Kveidus ha’lev, translated as “a hardening of the heart,” making it stubborn, is derived from the word, kaveid, heavy; a hardened heart is a heavy heart. Why is the heart the reference point, as opposed to any other organ? Horav Baruch Dov Povarsky, Shlita, explains that a human being is comprised of 248 eivarim, organs, which coincide with 248 mitzvos asei, positive commandments. Each individual organ is designated for a specific mitzvah. Thus, if a specific organ is flawed or defective, the mitzvah with which it coincides will likely be compromised. In other words, organs matter because of their relationship with mitzvos. As an infant, Moshe Rabbeinu did not nurse from an Egyptian woman because his mouth, the organ of speech, would one day speak with the Almighty. Likewise, when Yosef demurred from entering an immoral relationship with Potifar’s wife, all of the “involved” organs were rewarded/blessed.
Horav Yeruchem Levovitz, zl, explains that the lev, heart, is the eivar ha’ratzon, organ of will, the organ through which one decides if he will or will not act, go forward. Once the eivar ha’ratzon becomes deficient, it is no longer capable of acting willfully in a constructive manner. It is flawed, analogous to an eye that is unable to see. In other words, kveidas ha’lev is not simply a temporary condition whereby Hashem caused Pharaoh to refuse the Jews access to leaving Egypt. Pharaoh now had a damaged heart that was incapable of saying, “Yes.” His will was impaired and now disqualified, much like a physical impediment that precludes proper function.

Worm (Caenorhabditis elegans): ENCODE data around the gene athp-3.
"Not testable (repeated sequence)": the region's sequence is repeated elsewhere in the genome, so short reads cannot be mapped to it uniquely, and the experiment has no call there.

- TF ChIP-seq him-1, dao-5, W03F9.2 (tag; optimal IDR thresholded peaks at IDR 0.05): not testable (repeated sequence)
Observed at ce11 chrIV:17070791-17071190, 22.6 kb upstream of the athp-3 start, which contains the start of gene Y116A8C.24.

The Mashgiach explains that the heart is the mercaz, center, of the body, through which all its organs function. This is much like an officer who dispatches a soldier to act on his behalf. While the soldier executes the action, the endeavor/end result, is attributed to the officer who sent him. Likewise, the heart maintains its control over the body. The eye sees what the heart wants it to see; the ear hears what the heart wants it to hear; the legs go where the heart wants them to go. Thus, a defect observed in one of the organs is attributed to the heart, the central dispatch for the body.
The Rosh Yeshivah suggests that this is why the rule of devarim she’b’lev einan devarim, “Words in the heart (which were not actually articulated) are not words.” This means that one’s thoughts do not hold halachic value, because the person did not actually voice his feelings. Why does the rule focus on devarim she’b’lev, when it should really say, devarim she’b’machshavah, words of the mind? When one just thinks of doing, the action is not binding. According to that which Rav Yeruchem has explained, it is quite fitting, since the mind is also an agent of the heart. The lev retains control over all of the body’s organs – the mind included.